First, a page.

How Do You Develop Emotional Resilience?

How Do You Develop Emotional Resilience?

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By Emily Stone

As we grow, we develop in a variety of ways. We develop physically, mentally, socially, and emotionally. One way growth happens is by navigating challenging situations. Struggle prompts growth. We see children go through this process in school every day. New information or a new skill is introduced. Next, there is concentrated effort and struggle until the new information is integrated into their data base of knowledge or until the new skill is mastered.

This journey never really ends. You and I still engage this process daily. Equilibrium interrupted by new information leads to a period of disequilibrium and discomfort, which is followed by effort, struggle, and mastery/development. Again, without the struggle, there is no growth.

We develop emotionally in much the same way. Our emotional equilibrium is interrupted by new information or a new experience leading to discomfort, disequilibrium, effort, struggle, and growth. We have the potential to develop emotionally throughout our lifetime, but adolescence is the crash course in emotional growth (with the word “crash” sometimes being the key word in that statement). Teenagers feel things big. For parents, riding these emotional roller coasters with their teens can be exhausting. It is tempting to jump in and try to rescue their child from the discomfort. It is normal for it to be challenging for a parent to witness the emotions and just be present with an angry or sad teenager…to be a listening ear, observing the roller coaster without also riding it or judging it. It is challenging because we care…and because we are overwhelmed, too!

It is important to recognize that when a child or teenager is feeling, expressing and traveling through emotions they are building important muscles. Essentially, they are lifting emotional weights. This emotional work, like weight lifting, is heavy and hard. And? Without the emotional weight lifting emotional muscles will not be built. Again, without the struggle there is no growth.

The teen years are also when some kids start to experiment with drugs and alcohol. Kids get a lot of information on how drugs and alcohol affect their brains and bodies. What is discussed less is that substance use affects their emotional growth, too. Every time an adolescent uses drugs or alcohol instead of doing the emotional weight lifting of a situation, they are robbing themselves of the opportunity to build emotional muscles. When working with adults struggling with addiction a common struggle for these individuals is emotional regulation. I like to ask how old a client was when they started using drugs or alcohol. I am curious about this answer because there is a very good chance that there is a part of them that is still that age emotionally. When they started using substances their emotional development did not progress. Drugs and alcohol use stunted the work required to grow. Drugs and alcohol numbed the struggle required for growth.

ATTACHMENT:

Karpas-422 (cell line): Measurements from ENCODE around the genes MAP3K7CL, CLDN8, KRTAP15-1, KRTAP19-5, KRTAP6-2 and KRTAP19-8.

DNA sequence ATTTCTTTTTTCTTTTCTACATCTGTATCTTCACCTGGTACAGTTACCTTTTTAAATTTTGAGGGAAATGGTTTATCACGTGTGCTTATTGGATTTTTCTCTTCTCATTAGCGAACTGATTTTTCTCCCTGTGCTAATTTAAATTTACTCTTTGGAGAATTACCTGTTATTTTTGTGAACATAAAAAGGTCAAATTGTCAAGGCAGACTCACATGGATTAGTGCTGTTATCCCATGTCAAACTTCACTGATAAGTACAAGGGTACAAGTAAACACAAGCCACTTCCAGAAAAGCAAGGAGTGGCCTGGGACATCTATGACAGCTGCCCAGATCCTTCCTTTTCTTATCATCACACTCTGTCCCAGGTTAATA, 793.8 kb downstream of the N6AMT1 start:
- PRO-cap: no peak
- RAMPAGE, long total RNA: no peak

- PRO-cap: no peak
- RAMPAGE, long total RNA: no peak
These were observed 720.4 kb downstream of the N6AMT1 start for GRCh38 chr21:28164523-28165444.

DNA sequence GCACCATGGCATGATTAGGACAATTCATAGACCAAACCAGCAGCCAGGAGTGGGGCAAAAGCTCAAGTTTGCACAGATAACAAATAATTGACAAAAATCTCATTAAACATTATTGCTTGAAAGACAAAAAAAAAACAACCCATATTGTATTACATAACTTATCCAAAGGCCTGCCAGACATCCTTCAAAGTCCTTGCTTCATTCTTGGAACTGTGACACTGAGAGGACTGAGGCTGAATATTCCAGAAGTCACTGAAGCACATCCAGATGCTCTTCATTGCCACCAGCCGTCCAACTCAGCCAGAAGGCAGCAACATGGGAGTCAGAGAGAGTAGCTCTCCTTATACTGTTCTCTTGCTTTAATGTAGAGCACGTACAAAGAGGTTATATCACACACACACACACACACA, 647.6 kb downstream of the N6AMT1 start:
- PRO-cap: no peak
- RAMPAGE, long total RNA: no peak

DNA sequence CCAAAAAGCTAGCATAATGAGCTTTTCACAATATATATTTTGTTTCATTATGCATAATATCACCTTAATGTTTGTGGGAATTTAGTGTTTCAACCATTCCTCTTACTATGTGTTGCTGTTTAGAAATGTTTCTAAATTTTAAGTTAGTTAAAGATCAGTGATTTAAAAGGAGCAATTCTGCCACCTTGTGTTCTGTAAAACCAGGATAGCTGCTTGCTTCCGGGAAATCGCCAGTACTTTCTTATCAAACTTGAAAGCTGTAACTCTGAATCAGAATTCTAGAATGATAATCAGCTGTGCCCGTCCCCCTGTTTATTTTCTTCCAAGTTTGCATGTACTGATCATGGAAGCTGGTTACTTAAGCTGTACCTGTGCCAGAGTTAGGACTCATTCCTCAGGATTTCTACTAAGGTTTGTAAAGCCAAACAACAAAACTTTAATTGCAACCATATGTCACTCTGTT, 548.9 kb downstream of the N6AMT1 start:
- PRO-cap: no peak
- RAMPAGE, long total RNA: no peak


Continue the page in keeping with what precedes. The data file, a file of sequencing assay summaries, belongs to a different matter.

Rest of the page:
There are times when an adolescent needs professional help to navigate the adjustments and struggles of the teen years. Parents can use the support, too. A good therapist can help teens and their parents grow in their ability to make room for difficult emotions and maintain healthy relationships along the way.

If you are a parent who feels like their child needs some assistance in developing emotional resilience, Just Mind is here to help. Just Mind has expert child and teen therapists that can help in this process. You can read about child counseling, teen counseling, and parenting counseling. on our dedicated pages. Additionally, if you are ready, you can contact us to make a counseling appointment.

Photo by Victor Freitas on Unsplash